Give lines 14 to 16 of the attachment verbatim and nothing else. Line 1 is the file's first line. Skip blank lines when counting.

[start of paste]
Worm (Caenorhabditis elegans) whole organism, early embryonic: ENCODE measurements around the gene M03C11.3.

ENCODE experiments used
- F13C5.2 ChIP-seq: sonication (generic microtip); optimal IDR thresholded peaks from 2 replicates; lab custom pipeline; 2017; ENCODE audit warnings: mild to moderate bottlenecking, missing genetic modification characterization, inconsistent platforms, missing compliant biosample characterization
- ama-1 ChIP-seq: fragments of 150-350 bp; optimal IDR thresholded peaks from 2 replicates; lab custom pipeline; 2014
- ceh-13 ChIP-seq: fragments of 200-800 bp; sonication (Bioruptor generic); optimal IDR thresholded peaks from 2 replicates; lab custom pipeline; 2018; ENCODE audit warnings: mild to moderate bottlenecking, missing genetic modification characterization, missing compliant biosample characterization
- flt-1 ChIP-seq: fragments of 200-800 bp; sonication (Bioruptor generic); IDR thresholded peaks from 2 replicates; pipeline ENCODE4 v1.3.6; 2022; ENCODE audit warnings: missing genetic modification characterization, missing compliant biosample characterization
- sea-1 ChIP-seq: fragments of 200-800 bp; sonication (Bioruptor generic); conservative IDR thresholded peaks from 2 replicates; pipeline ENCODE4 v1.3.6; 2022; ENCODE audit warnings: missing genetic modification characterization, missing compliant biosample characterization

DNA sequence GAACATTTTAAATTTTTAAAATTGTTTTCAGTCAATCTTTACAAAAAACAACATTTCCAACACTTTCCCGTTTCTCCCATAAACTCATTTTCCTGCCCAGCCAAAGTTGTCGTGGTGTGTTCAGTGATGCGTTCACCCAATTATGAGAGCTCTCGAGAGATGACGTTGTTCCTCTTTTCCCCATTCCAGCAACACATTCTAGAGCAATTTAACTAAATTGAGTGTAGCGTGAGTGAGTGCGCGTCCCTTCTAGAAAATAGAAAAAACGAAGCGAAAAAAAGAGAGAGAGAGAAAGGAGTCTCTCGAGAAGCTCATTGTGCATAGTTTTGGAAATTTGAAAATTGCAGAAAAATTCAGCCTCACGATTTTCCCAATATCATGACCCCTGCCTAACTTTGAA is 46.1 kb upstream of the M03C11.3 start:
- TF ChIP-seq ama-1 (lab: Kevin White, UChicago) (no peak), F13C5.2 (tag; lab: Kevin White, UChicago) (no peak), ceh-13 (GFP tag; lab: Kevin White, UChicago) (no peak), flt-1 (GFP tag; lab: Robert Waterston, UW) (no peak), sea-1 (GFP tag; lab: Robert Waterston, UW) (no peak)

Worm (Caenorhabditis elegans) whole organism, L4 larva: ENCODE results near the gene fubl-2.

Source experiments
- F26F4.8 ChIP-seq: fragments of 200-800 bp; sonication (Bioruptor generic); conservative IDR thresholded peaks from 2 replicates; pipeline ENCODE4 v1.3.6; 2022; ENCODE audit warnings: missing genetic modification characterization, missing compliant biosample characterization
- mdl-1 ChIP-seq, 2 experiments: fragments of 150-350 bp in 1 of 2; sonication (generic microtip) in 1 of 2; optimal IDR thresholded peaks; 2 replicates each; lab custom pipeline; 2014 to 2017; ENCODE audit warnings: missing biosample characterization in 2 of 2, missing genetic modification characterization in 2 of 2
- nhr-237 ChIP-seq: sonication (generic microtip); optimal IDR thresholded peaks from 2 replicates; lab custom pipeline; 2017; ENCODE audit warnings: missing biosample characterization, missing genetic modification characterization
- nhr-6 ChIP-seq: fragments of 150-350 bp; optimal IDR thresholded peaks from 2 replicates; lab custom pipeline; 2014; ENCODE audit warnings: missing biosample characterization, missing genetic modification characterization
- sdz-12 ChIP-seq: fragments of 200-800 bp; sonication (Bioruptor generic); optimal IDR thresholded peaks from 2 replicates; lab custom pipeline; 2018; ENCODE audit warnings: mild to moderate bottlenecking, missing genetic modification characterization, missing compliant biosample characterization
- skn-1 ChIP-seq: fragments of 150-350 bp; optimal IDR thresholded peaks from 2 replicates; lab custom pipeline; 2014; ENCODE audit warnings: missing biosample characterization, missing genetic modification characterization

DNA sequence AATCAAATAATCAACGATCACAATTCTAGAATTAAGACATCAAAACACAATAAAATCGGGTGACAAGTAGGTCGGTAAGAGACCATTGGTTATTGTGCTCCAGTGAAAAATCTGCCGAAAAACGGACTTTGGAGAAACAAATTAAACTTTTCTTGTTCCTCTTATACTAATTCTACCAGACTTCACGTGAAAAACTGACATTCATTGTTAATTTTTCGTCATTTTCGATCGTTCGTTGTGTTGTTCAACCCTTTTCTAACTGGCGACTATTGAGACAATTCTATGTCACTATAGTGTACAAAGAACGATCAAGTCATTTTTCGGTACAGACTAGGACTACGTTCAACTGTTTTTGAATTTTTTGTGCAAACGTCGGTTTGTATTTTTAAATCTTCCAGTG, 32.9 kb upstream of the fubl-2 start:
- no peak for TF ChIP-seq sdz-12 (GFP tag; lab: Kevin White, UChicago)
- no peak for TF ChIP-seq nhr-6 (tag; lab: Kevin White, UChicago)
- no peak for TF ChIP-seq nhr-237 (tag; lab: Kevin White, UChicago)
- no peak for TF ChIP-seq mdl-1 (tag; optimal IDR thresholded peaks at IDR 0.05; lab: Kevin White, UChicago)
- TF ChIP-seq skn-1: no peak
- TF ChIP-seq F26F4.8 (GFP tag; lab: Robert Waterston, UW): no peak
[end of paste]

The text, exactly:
- nhr-237 ChIP-seq: sonication (generic microtip); optimal IDR thresholded peaks from 2 replicates; lab custom pipeline; 2017; ENCODE audit warnings: missing biosample characterization, missing genetic modification characterization
- nhr-6 ChIP-seq: fragments of 150-350 bp; optimal IDR thresholded peaks from 2 replicates; lab custom pipeline; 2014; ENCODE audit warnings: missing biosample characterization, missing genetic modification characterization
- sdz-12 ChIP-seq: fragments of 200-800 bp; sonication (Bioruptor generic); optimal IDR thresholded peaks from 2 replicates; lab custom pipeline; 2018; ENCODE audit warnings: mild to moderate bottlenecking, missing genetic modification characterization, missing compliant biosample characterization